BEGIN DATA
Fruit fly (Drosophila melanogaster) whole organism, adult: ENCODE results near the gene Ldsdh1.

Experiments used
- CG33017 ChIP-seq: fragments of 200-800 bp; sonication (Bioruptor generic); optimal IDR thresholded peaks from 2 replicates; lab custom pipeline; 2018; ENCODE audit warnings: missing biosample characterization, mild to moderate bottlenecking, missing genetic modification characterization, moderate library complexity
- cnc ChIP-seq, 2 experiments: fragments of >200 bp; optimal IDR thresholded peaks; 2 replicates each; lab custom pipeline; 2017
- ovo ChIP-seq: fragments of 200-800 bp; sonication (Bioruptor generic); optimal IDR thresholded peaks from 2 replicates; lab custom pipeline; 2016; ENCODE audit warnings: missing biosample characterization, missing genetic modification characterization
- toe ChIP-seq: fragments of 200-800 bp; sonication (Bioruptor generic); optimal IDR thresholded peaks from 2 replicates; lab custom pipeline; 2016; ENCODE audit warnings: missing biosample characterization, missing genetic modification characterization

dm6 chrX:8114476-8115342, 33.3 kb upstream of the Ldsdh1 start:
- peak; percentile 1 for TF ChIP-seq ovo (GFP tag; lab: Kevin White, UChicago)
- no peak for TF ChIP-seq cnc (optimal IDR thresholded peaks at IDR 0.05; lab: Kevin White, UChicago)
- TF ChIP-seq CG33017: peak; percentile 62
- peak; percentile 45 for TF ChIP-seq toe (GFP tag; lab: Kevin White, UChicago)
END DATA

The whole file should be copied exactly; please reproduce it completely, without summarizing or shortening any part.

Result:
Fruit fly (Drosophila melanogaster) whole organism, adult: ENCODE results near the gene Ldsdh1.

Experiments used
- CG33017 ChIP-seq: fragments of 200-800 bp; sonication (Bioruptor generic); optimal IDR thresholded peaks from 2 replicates; lab custom pipeline; 2018; ENCODE audit warnings: missing biosample characterization, mild to moderate bottlenecking, missing genetic modification characterization, moderate library complexity
- cnc ChIP-seq, 2 experiments: fragments of >200 bp; optimal IDR thresholded peaks; 2 replicates each; lab custom pipeline; 2017
- ovo ChIP-seq: fragments of 200-800 bp; sonication (Bioruptor generic); optimal IDR thresholded peaks from 2 replicates; lab custom pipeline; 2016; ENCODE audit warnings: missing biosample characterization, missing genetic modification characterization
- toe ChIP-seq: fragments of 200-800 bp; sonication (Bioruptor generic); optimal IDR thresholded peaks from 2 replicates; lab custom pipeline; 2016; ENCODE audit warnings: missing biosample characterization, missing genetic modification characterization

dm6 chrX:8114476-8115342, 33.3 kb upstream of the Ldsdh1 start:
- peak; percentile 1 for TF ChIP-seq ovo (GFP tag; lab: Kevin White, UChicago)
- no peak for TF ChIP-seq cnc (optimal IDR thresholded peaks at IDR 0.05; lab: Kevin White, UChicago)
- TF ChIP-seq CG33017: peak; percentile 62
- peak; percentile 45 for TF ChIP-seq toe (GFP tag; lab: Kevin White, UChicago)